Chinese President to visit US
17 Jan, 2011 23:09
Chinese President Hu Jintao will arrive in Washington, DC for a state visit on January 18th for a meeting some argue may be one of them most important state visits in years.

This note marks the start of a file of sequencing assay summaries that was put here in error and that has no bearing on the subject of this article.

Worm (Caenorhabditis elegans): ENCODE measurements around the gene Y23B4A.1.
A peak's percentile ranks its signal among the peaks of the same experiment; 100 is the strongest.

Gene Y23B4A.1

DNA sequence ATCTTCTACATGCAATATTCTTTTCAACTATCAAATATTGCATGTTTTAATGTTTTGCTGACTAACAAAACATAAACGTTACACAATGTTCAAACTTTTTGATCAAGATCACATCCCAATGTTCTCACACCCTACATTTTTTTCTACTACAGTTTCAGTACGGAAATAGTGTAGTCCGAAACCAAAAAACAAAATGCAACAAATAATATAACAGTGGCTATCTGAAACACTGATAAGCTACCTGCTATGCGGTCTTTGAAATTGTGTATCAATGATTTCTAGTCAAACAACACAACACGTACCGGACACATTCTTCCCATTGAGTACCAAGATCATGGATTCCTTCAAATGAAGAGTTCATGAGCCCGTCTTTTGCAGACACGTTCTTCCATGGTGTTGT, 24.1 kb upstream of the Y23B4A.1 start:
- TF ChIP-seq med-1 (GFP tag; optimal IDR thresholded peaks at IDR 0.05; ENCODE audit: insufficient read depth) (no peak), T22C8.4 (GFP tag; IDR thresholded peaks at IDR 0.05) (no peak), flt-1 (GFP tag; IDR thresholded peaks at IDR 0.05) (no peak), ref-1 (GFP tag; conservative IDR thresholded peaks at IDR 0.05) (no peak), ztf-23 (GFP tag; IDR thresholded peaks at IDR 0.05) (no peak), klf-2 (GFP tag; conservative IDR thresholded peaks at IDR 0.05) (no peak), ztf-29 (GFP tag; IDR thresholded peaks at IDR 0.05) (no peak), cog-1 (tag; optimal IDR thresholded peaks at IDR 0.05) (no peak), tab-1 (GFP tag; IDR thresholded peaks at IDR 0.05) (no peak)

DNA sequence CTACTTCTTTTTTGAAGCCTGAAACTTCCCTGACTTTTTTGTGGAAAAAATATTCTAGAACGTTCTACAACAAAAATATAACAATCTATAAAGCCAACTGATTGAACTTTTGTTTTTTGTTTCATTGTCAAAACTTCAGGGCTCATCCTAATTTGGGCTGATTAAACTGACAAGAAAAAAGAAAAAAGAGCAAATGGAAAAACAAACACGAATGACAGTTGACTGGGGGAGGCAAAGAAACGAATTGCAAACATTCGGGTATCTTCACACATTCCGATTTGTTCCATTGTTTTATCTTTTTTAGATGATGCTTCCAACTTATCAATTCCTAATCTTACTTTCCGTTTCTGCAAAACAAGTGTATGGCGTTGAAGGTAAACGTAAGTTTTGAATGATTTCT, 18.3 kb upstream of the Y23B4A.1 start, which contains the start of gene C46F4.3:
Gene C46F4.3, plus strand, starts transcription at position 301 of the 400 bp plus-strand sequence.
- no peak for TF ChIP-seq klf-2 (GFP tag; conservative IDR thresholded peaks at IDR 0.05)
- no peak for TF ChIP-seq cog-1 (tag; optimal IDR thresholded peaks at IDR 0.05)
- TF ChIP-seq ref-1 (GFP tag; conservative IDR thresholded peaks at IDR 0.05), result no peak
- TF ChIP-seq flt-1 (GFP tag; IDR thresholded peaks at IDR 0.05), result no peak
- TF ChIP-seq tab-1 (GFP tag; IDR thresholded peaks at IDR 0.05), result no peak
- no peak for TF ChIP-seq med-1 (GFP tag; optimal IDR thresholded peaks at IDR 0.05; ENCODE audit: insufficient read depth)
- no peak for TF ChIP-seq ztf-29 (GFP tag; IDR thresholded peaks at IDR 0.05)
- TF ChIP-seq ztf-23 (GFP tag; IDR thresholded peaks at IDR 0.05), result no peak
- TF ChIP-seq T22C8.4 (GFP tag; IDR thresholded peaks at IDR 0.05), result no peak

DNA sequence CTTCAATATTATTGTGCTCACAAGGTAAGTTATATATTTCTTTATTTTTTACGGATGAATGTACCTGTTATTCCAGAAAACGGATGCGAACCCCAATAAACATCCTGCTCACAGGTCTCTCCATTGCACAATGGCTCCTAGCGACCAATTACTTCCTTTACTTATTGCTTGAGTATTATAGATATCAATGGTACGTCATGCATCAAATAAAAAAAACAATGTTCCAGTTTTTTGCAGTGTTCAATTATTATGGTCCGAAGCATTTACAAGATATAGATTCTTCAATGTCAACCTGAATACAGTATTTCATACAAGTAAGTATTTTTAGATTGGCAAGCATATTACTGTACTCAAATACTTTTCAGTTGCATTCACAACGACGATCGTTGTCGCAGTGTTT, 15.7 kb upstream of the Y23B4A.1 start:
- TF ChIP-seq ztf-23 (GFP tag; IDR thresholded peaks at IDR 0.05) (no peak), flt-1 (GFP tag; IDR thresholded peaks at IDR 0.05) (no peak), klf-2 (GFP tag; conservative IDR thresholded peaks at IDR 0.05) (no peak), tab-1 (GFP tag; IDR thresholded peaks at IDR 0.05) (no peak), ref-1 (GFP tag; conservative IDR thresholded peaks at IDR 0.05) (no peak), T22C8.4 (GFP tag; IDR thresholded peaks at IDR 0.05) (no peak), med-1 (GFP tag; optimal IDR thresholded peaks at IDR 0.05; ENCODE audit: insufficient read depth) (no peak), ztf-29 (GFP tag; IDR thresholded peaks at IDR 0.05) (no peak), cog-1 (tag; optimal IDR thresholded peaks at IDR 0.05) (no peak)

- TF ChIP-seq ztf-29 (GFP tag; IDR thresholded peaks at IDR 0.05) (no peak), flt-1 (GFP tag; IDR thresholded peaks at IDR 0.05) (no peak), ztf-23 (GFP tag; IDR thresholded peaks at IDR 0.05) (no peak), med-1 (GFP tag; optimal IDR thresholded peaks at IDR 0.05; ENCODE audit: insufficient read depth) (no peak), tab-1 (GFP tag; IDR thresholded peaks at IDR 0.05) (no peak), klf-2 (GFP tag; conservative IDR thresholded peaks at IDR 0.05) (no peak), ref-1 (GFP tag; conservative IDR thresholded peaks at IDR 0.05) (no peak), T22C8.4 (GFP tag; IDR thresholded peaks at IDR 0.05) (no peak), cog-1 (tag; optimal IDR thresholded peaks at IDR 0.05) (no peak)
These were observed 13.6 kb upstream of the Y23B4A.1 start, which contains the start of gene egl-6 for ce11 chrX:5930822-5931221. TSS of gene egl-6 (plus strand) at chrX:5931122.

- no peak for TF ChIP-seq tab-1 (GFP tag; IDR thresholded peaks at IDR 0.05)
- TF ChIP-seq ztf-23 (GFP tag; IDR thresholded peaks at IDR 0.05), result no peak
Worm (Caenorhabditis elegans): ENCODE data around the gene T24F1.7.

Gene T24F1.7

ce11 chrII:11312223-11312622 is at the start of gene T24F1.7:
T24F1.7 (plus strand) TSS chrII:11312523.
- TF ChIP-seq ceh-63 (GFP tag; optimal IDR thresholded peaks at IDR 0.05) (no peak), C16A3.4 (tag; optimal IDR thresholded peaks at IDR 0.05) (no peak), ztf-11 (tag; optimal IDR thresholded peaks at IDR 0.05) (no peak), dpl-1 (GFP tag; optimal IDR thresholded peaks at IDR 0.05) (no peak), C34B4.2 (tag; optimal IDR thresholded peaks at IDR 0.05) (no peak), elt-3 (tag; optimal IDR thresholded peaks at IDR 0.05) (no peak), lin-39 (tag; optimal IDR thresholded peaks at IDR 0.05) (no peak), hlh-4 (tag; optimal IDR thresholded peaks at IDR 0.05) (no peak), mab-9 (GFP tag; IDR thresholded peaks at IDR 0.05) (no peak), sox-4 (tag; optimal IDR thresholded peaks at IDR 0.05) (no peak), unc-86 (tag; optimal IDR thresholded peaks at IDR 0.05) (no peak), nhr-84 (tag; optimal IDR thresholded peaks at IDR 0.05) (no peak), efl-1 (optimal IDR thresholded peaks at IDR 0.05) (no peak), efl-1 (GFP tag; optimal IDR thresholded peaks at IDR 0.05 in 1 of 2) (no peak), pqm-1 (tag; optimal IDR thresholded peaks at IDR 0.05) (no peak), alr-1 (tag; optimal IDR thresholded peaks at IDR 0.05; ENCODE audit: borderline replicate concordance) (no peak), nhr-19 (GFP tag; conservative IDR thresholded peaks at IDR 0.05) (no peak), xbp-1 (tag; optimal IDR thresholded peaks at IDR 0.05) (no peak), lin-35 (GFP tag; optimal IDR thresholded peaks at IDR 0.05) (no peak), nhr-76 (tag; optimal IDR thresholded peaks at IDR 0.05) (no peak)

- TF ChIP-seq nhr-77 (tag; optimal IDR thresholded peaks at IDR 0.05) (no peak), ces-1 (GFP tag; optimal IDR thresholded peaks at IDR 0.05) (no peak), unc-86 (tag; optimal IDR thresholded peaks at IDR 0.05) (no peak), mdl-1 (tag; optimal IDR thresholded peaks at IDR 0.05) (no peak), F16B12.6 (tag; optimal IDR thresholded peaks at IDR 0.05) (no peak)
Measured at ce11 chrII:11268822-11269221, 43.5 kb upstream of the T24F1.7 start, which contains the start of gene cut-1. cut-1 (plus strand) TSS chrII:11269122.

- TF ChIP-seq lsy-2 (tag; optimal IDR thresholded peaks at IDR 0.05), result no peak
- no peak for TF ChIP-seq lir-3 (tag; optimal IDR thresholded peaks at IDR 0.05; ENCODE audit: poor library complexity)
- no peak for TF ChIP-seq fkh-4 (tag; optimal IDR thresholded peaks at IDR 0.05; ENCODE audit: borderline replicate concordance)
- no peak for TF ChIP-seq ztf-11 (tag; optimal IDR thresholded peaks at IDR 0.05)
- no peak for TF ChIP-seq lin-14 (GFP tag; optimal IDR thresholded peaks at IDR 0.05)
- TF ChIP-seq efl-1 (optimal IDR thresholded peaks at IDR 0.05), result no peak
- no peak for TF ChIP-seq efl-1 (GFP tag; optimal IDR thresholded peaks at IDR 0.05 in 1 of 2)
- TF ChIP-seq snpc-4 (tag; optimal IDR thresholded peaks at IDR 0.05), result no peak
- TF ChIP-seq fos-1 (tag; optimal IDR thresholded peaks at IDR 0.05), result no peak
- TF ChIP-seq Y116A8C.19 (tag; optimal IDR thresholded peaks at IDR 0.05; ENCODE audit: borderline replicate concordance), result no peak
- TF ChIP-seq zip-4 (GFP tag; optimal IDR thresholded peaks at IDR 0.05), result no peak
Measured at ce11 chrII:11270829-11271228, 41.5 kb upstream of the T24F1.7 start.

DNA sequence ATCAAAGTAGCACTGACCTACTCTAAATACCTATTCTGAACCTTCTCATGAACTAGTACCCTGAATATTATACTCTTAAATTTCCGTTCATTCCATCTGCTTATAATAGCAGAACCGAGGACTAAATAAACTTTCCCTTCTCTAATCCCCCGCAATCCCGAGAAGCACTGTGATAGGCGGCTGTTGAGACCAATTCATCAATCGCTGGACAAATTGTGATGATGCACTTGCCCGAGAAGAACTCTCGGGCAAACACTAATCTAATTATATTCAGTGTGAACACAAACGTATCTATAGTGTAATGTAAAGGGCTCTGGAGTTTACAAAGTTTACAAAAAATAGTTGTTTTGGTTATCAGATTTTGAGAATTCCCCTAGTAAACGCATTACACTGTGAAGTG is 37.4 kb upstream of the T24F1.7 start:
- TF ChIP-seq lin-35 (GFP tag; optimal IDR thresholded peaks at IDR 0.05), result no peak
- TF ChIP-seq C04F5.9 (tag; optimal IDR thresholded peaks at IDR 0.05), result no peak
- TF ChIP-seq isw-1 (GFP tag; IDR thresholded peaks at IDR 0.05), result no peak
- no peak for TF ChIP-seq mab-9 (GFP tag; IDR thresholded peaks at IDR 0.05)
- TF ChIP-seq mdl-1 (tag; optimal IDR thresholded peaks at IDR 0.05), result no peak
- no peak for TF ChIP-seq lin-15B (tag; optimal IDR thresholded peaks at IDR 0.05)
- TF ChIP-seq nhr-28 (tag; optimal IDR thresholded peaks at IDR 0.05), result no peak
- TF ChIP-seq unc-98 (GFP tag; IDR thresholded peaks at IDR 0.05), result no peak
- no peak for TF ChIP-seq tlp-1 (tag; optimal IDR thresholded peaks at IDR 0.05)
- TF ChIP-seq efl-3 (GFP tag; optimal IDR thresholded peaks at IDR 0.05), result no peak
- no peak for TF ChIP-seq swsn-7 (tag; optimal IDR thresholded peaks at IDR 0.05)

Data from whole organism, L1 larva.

This is the first visit by Jintao to the US since 2006, when former President George W. Bush was still in office. Relations between the US and China have experienced their ups and downs; recently that relationship has been increasingly rocky. The two nations are expected to discuss a number of issues, with the hope of finding common ground on the global economy and currency and are also expected to address the growing tensions on the Korean peninsula.Jintao has emphasized the need for cooperation with the US, but has also called the US dollar dominated currency system a “product of the past”. Jim Rogers, an investor and author of “A Bull in China” said China and the US should work and grow together; working together will bring about greater prosperity for the US, China and the world. He explained, Jintao is not the first person to question the future and power of the US dollar. India, Russia and others have also begun to look forward and are considering other options.“I’m worried too,” he said. “The US is the largest debtor nation in the history of the world.”There is an incentive for China and the US to listen, and cooperate. Trade wars caused the Great Depression, no one wins in a trade war, explained Rogers.“When you have trade wars it has lead to serious economic problems,” he added. “If we have a trade war you’re going to have international trade collapsing, you’re going to have a lot more bankruptcies, and everybody’s standard of living is going to decline.” In China they save and invest over 35 percent of their income. One must have capital to boast a successful economy, he explained. The US needs to save and invest more. Currently the Americans only save around 2 percent of their income, and barrow the rest. The Chinese Yuan cannot replace the dollar, this is one mistake the Chinese are making, Rogers argued. The currency policies in China do not support the Yuan as the global reserve; it is not poised to become the new US dollar. Rhetoric is high in the US blaming china for the nation’s economic woes, with pundits and politicians alike blaming the foreign country. “Whenever problems have developed in any country throughout history they blame foreigners. It’s easy to blame the Chinese for America’s problems, but American’s problems, many of them are self inflicted,” Rogers explained. Corporations are designed to make money; they move jobs abroad to do so when it is necessary. The blame for America’s economic woes does not fall on US corporations directly, but on US economic policy.